Welcome to the Greenlease Library's Course Guide for ED6400: Advanced Psychological Functions!
Use this guide to find useful sources specific to your course through the Library and on the Web. If you can't find what you need, contact us via phone, chat, or email, using the information to the left. No question is too small or too big!
Background Information - Start here to get access to general reference information about Psychology and Learning.
Find Articles - Search for journal articles about Learning using databases that provide access to peer reviewed and scholarly journals.
Find Books - Search our catalog for books about your research topic.
Internet Resources - View some recommended web sites that may help you with research on Learning as well as some links to assist with academic poster presentations.
Citation Guides - Access a subject guide about creating accurate citations using APA, MLA, AMA and Chicago/Turabian styles.
"Learning is a relatively permanent change in behavior due to experience. As the individual interacts with the environment, certain events promote behavior. In some cases, the outcomes produced by those responses inform the individual about likely consequences for behavior in future situations. Behaviors include a wide array of events, from basic physical processes to complex higher-order cognitive functions. Thus, behavior is anything the individual does. Given sufficient information about the experience of the individual, predictions can be made about likely behaviors in future settings."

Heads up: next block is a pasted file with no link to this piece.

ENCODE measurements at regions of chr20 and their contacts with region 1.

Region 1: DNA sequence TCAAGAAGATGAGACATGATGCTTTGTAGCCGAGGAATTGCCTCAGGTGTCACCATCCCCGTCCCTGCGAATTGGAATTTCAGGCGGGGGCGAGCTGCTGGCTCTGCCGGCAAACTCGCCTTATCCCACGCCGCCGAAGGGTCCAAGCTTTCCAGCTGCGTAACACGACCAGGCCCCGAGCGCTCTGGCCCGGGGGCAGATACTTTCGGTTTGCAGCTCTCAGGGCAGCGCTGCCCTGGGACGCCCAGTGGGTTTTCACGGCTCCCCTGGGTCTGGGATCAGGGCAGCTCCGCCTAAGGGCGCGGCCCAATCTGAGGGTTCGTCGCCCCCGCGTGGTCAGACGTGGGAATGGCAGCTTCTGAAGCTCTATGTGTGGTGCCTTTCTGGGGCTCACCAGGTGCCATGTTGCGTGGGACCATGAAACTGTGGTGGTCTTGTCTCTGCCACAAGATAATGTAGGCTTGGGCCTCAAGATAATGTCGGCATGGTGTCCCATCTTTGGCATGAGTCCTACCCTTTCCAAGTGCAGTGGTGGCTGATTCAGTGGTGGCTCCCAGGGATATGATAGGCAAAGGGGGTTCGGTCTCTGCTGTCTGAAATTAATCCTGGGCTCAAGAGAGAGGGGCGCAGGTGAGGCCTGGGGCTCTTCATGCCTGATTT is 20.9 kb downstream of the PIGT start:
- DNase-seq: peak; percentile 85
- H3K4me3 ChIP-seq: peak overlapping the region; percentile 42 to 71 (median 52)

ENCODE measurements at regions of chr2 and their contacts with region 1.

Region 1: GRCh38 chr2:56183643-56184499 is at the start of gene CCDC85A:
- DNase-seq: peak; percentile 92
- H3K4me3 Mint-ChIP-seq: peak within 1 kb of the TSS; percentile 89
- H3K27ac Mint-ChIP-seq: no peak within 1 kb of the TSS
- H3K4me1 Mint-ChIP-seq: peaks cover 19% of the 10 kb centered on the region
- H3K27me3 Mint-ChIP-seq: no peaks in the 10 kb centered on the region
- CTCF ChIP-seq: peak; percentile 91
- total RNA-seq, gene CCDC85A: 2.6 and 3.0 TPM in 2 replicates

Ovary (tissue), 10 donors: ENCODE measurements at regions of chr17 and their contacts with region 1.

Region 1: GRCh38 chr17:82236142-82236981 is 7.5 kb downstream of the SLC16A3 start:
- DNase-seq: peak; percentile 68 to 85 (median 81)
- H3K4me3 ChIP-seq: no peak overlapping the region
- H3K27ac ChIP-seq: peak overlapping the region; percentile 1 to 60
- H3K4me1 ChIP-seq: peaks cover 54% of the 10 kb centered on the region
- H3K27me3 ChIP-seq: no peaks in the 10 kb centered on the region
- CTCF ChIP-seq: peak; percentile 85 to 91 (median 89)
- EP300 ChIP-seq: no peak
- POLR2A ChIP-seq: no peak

-- Learning entry from Encyclopedia of Human Development
"Learning as a proper noun has so many meanings that it is almost impossible to communicate effectively without first adding a qualifying term. For example, in the applied setting we call the classroom, there are different types of learning theories and models. Some theories describe and explain motor learning that serves as the basis for motor skill development. In other cases, some learning theories focus on learning that serves as the basis for social skills development. However, the focus of this article is academic learning that relies on cognitive learning theories and information processing models to describe and explain the development of personal knowledge about the subject matter we teach in the classroom."